I pray that I can learn to focus on the character of Christ and let go of the selfishness and bitterness I hold inside.
Thank you for this!
Carol, I understand your wounds and pain. But precious one, remember God is a God of Grace and He loves you and doesn’t want your heart to feel heavy. Let go of the past Carol and if it takes you every hour of the day to say, God loves me and remembers my past no more, then say it.
You have got to understand His love for you and move on. Having to hold on to selfishness and bitterness is NOT from God but from the liar himself, satan. Don’t give him any foot hold Carol by holding on these emotions. This is what Jesus died for to release us from bondage of our
past and our sins. HE LOVES YOU Carol!!!!!!!!!!!!!!!!!!! xo Debbie
Debbie offers wise counsel here, Carol. Many of us truly identify with that heaviness of heart. May the God of all comfort assure you of his love this day.
How wonderful to dig deeper into this story. Thank you so much, Liz! I think Michal only spoke out what was in her heart. Out of the heart the mouth speaks. She had no life in there. She had no Holy Spirit power! Truth is, I don’t either–without Christ. The harder I try to tame my tongue the worse it seems to get. But Jesus’s words always perfectly glorified his Father, and amazingly, He lives in me. By keeping my eyes on Him, then my words begin to be seasoned with the loving salt of his gentle and humble character. And when I blow it (a lot!), my sin sends me running back to Him. What a joy to enter into this discussion. I love your blog!
I think you are exactly write, Ocieanna: she had no Life in her heart, therefore no Life in her words. Thanking the Lord today that, by his Spirit, we can have a much happier ending.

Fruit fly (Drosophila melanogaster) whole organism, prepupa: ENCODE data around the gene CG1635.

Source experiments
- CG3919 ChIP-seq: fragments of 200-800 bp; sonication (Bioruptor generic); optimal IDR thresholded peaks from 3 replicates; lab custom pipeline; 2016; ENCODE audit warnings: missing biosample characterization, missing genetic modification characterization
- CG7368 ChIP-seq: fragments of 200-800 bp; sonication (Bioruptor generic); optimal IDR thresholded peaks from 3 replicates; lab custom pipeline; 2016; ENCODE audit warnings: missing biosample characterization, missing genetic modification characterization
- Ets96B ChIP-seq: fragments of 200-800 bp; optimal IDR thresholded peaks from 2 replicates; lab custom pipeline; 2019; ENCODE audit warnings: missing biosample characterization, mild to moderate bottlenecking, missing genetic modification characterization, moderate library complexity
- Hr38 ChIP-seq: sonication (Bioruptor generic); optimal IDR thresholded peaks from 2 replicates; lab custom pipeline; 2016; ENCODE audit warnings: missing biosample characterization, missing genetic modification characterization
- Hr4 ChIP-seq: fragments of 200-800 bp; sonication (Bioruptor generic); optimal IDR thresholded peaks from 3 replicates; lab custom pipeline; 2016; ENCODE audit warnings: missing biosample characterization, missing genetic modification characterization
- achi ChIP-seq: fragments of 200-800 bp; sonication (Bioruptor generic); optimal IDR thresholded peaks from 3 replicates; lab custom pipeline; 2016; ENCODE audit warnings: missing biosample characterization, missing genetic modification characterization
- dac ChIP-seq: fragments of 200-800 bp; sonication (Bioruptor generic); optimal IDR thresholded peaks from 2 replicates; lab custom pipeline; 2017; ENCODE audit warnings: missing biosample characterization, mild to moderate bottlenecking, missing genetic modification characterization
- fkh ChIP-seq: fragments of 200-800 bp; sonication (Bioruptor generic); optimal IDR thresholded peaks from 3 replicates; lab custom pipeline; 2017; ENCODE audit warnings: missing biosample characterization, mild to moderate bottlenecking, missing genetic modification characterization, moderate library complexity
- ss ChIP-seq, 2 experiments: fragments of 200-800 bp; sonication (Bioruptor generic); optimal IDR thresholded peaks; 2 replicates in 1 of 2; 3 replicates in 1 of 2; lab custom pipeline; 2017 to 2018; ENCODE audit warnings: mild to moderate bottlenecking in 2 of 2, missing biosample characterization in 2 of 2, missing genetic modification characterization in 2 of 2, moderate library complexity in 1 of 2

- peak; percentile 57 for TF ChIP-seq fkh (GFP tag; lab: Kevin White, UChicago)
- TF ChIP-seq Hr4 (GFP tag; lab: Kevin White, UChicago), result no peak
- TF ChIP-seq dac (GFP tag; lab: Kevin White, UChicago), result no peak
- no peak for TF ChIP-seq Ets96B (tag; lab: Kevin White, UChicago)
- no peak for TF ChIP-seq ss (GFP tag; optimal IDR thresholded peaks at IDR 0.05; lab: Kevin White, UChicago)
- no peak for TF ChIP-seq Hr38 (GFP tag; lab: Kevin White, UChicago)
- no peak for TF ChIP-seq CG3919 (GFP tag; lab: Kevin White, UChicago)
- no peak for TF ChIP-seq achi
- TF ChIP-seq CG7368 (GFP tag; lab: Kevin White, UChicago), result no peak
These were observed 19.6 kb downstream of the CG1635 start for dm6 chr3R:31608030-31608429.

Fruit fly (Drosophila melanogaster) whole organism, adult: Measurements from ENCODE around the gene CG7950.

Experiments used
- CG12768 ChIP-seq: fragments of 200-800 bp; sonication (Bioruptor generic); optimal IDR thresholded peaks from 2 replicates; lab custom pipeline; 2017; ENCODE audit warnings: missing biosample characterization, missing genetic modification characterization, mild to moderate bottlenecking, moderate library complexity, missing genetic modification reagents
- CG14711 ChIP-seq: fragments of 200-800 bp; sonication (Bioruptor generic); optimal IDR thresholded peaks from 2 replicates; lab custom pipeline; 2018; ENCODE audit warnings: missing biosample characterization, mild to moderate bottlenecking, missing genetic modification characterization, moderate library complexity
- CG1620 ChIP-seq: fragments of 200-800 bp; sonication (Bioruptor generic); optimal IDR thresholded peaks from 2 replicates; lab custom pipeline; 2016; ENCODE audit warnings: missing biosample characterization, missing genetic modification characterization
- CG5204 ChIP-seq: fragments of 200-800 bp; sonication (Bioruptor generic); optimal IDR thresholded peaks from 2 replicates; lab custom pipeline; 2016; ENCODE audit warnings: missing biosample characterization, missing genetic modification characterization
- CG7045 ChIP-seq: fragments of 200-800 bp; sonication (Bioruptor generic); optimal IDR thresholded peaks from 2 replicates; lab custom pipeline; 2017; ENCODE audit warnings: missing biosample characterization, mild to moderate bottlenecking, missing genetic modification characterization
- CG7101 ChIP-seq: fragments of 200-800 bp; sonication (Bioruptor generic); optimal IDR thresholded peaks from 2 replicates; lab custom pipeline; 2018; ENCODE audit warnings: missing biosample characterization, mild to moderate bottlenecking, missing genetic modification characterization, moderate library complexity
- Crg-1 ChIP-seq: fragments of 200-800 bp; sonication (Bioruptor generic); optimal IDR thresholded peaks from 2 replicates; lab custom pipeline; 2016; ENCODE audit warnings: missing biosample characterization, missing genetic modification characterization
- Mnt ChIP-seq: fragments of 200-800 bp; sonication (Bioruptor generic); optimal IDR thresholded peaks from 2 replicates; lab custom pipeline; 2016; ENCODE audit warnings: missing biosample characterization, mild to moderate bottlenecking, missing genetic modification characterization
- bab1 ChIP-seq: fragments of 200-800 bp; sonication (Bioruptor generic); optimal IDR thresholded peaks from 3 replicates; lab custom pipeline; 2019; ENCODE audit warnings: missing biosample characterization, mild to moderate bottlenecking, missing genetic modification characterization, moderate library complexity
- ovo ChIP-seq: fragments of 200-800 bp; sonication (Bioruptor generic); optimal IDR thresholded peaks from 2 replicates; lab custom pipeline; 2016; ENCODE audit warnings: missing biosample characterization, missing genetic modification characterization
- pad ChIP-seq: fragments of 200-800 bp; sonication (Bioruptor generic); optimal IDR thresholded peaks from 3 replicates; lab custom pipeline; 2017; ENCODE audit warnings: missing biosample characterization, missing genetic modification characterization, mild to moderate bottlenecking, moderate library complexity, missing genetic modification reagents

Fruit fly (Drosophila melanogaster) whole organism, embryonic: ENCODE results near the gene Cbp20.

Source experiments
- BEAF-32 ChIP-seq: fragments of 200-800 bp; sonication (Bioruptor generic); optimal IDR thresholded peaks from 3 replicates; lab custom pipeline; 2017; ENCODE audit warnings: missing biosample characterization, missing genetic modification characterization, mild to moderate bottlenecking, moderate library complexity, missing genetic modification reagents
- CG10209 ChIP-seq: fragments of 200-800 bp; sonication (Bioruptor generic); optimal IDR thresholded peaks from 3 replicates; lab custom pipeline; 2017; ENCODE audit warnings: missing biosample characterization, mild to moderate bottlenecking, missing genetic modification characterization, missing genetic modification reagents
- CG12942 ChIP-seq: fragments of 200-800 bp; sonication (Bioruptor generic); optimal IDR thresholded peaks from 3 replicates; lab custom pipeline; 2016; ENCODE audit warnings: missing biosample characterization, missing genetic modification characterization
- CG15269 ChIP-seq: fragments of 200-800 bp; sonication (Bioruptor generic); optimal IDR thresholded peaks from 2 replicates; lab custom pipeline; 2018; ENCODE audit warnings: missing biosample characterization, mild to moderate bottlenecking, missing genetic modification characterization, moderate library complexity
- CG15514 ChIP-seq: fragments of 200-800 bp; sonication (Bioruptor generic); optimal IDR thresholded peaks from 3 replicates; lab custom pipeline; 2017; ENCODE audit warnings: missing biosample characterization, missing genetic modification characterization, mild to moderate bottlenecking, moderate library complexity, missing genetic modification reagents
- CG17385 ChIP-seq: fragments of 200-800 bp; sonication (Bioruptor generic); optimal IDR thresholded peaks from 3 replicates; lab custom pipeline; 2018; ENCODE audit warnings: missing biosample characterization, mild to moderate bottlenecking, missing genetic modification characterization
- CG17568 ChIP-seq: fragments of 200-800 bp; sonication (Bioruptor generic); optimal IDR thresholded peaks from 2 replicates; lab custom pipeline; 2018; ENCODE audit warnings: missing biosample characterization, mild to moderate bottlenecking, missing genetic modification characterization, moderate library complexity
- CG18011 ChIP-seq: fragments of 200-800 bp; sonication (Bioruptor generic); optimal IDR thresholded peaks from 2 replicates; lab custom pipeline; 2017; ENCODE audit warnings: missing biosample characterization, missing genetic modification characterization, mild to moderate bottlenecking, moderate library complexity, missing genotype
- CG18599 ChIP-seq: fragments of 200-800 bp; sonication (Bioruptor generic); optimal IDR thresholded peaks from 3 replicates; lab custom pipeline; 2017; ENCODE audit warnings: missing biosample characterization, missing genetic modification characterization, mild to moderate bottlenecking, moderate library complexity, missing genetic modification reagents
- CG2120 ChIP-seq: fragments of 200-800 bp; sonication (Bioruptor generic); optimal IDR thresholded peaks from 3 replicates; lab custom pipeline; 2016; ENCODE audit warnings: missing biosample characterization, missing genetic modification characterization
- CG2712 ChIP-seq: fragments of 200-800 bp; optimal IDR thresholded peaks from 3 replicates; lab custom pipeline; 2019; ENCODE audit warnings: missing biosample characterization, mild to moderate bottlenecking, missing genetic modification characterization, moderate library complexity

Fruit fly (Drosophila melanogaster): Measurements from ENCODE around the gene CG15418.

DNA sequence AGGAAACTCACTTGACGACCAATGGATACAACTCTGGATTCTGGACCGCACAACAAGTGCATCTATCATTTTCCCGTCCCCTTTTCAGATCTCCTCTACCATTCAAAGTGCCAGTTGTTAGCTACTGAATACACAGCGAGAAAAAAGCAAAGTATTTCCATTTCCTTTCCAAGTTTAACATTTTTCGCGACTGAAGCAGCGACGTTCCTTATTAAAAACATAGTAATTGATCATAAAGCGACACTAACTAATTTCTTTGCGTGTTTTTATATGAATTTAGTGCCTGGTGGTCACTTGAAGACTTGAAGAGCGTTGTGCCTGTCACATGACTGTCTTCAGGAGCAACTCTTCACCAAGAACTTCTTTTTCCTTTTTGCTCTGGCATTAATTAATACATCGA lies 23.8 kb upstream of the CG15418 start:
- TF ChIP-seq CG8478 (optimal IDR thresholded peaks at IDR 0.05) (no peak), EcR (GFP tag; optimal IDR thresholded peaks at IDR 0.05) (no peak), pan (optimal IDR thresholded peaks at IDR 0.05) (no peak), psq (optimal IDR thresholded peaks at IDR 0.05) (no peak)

Gosh the lessons! There seems to be a bit of every bad girl we have studied in me. If I didn’t know that I have been redeemed by the blood of Jesus I would throw in the towel and run away. When I am just about ready to do just that, He reaches out and says, “I love you”. I know my love is pitiful compared to His, and I am so thankful He honors my gift to Him, knowing how I long to offer a pure and uninhibited love, but offer only what I have to give. He honors me by accepting that, as He did for David. And He does this knowing right now that I will mess up and dishonor Him in the future. Oh my, how He loves! Grace.
I definitely found traces of all 10 Bad Girls lurking inside me! Thank the Lord he never abandons us to our sinful nature. Instead, he rescues us. GRACE!
My mother had surgery to remove a brain tumor last February. She is doing well, praise God. She tells everybody her story, the customer service rep, the clerk in the store, the mailman. I hate to say it but sometimes her forty-something daughter is a little embarrassed. “Mom, that person said they’ve got to go three times” or “They just asked how you were doing. They don’t want your life story.” Sometimes I react out of embarrassment, and sometimes to protect her feelings. Still, she has told many, many people, and has five dates in Heaven, and has touched many people. Like Michal, who am I to tell my Mom how to worship God?
Thanks for sharing your situation, Lynn. I’m sure many followers of this blog are nodding with “been-there” compassion and understanding.
I am thankful for my Heavenly Father who has such a huge heart and great patience with the likes of me!
I have an unspoken prayer request…some health issues (that, even though the enemy would like to convince me otherwise, I am confident are not punishment). There is therefore, now no condemnation for those who are in Christ Jesus!! Amen!